Frogs for Hire
by Jan Baughman

The following advertisement was published in the New York Times Magazine, May 11, 1997:

"Giant motion-detecting electronic frog ribbets friends -- or intruders -- with a surprise greeting!

The old-fashioned welcome mat takes a leap into the future! Set this huge 10" x 12" realistically detailed whopper of a frog on your porch, walkway, lawn, or steps. The next visitor is in for an amphibious welcome! Built-in infrared scanner automatically detects movement within an eight-foot area, and croaks out loud froggy salutations! Friends are delighted, passersby astonished, and trespassers take off for quieter pickings! All while you enjoy your own instant warning system."

Below the ad copy is a photo of a friendly (white female) visitor with a smile and look of delight on her face. The caption reads "Visitors are thrilled." Another photo portrays a (white) man in (black) leather robbery attire and a black ski mask, with a caption reading "Intruders get confused and take off!"

I'm confused. All this time, I thought guns were the answer. Yet, all it takes is a foot-long plastic frog to greet your guests and, at the same time, ward off criminals. Friendly visitors have discriminating taste; they are delighted by the sound of a big plastic frog welcoming their arrival (forget that frogs are not indigenous to many households). Burglars, on the other hand, have an inherent fear of frogs. The slightest "ribbit" sends them running, confused and frightened and in search of a more inviting home to rob. Studies have shown that frogs are a known deterrent to criminal behavior. That is why the crime rate in the bayous is so low. I've often been scared by frogs, though my exposure to them has been limited to seeing their legs on plates. I must say, I've never been tempted to rob a French restaurant.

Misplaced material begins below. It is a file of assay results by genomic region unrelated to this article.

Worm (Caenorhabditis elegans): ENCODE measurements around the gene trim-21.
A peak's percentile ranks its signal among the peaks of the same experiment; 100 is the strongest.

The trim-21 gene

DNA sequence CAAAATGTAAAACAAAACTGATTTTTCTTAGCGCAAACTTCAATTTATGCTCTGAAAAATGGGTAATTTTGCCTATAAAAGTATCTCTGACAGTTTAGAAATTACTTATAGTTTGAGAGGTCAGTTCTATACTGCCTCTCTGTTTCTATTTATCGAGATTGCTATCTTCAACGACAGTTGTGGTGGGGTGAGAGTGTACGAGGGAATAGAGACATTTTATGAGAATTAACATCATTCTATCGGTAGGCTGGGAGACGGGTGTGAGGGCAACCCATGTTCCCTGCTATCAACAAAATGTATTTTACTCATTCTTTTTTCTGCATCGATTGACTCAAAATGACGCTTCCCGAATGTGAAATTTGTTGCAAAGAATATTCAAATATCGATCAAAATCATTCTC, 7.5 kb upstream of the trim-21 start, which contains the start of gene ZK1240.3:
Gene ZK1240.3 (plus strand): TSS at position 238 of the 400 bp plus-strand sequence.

The best part is that keeping a plastic frog on your front porch is safer than keeping a loaded gun under your bed. The frog, unlike the gun, will never be used against a family member or friend -- it knows the difference.

Hats off to the New York Times Magazine for running this ad. Their integrity and concern for our safety is stellar. They didn't want the National Inquirer to have an exclusive on something so important to the public health.

You can order the Giant Radar Frog for just $19.95, or get two for $16.95 each, by calling The Edge Company at 1-800-732-9976. Just don't say that you read about it here.

Published May 15, 1997
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